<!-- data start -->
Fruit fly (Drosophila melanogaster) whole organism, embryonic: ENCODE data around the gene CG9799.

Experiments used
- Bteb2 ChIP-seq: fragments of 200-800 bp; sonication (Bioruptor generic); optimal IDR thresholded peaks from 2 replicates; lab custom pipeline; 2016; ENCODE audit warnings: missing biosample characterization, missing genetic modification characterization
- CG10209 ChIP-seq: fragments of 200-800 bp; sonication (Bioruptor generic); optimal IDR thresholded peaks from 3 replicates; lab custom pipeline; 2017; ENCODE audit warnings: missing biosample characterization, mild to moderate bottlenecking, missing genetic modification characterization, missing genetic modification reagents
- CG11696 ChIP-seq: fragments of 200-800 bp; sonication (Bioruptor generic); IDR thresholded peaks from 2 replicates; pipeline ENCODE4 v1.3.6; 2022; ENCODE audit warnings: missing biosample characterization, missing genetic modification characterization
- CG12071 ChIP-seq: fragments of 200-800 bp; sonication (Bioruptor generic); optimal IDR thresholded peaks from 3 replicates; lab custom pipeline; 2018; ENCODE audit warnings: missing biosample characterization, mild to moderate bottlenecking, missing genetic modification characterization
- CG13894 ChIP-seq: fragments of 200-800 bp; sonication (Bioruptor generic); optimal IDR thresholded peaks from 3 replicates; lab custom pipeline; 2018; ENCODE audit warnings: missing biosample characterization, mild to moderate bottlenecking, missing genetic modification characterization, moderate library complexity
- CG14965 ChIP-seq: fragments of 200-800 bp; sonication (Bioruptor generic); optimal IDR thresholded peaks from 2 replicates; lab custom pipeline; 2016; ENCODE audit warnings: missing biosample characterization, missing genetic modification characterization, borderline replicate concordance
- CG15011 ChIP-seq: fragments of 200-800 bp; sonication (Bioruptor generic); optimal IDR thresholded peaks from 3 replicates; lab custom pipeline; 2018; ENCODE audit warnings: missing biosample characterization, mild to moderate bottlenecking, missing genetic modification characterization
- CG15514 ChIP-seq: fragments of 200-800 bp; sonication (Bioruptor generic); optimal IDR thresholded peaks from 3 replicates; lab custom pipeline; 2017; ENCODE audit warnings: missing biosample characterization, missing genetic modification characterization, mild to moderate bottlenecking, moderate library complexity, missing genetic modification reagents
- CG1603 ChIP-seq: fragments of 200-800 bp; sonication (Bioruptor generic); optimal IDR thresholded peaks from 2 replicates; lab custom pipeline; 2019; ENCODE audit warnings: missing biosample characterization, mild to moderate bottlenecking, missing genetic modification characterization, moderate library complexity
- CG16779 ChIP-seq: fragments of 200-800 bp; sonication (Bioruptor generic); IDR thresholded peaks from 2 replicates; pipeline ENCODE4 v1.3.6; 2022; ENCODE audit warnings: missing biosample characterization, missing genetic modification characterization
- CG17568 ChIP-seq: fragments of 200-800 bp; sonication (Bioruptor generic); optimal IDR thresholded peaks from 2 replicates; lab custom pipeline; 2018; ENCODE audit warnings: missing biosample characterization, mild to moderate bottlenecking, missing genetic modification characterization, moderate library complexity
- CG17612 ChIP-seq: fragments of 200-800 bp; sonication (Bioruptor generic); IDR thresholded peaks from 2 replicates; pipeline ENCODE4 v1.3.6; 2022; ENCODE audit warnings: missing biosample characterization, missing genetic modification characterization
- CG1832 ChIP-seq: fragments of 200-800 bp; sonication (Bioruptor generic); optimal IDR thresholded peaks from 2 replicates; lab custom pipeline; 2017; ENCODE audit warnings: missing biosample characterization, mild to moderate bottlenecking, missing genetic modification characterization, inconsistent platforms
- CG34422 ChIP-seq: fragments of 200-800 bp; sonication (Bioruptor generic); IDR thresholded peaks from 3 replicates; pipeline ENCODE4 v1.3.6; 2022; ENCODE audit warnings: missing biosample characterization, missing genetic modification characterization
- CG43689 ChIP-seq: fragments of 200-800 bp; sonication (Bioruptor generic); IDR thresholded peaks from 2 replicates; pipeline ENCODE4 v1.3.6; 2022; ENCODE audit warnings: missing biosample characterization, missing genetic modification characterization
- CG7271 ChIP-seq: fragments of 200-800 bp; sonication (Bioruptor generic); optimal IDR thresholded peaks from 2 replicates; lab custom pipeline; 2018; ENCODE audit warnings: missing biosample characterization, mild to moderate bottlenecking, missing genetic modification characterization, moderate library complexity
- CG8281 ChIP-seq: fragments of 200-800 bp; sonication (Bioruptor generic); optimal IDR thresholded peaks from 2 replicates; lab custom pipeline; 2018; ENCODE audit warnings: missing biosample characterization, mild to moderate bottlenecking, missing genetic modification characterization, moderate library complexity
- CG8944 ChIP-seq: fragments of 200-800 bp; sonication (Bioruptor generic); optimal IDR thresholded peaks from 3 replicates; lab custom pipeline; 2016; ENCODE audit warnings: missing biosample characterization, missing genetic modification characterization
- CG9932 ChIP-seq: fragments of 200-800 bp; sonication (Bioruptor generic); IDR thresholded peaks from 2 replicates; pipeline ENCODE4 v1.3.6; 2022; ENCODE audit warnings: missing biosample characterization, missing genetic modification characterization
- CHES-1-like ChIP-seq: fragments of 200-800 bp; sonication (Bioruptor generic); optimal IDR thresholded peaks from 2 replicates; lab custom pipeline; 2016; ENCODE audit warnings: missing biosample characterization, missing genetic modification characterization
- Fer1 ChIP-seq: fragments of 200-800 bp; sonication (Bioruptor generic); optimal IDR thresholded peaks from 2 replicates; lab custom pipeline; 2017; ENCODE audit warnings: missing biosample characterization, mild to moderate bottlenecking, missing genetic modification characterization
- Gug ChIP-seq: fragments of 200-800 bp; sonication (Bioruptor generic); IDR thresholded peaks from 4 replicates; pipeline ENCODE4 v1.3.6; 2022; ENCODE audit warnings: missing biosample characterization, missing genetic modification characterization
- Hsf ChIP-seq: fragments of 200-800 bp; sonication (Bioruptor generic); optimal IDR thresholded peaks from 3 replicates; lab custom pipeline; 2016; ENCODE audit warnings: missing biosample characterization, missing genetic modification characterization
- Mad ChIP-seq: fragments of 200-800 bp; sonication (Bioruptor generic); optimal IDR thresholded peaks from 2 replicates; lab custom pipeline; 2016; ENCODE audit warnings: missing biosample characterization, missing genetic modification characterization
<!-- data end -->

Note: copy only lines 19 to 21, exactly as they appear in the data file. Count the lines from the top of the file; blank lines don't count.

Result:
- CG8281 ChIP-seq: fragments of 200-800 bp; sonication (Bioruptor generic); optimal IDR thresholded peaks from 2 replicates; lab custom pipeline; 2018; ENCODE audit warnings: missing biosample characterization, mild to moderate bottlenecking, missing genetic modification characterization, moderate library complexity
- CG8944 ChIP-seq: fragments of 200-800 bp; sonication (Bioruptor generic); optimal IDR thresholded peaks from 3 replicates; lab custom pipeline; 2016; ENCODE audit warnings: missing biosample characterization, missing genetic modification characterization
- CG9932 ChIP-seq: fragments of 200-800 bp; sonication (Bioruptor generic); IDR thresholded peaks from 2 replicates; pipeline ENCODE4 v1.3.6; 2022; ENCODE audit warnings: missing biosample characterization, missing genetic modification characterization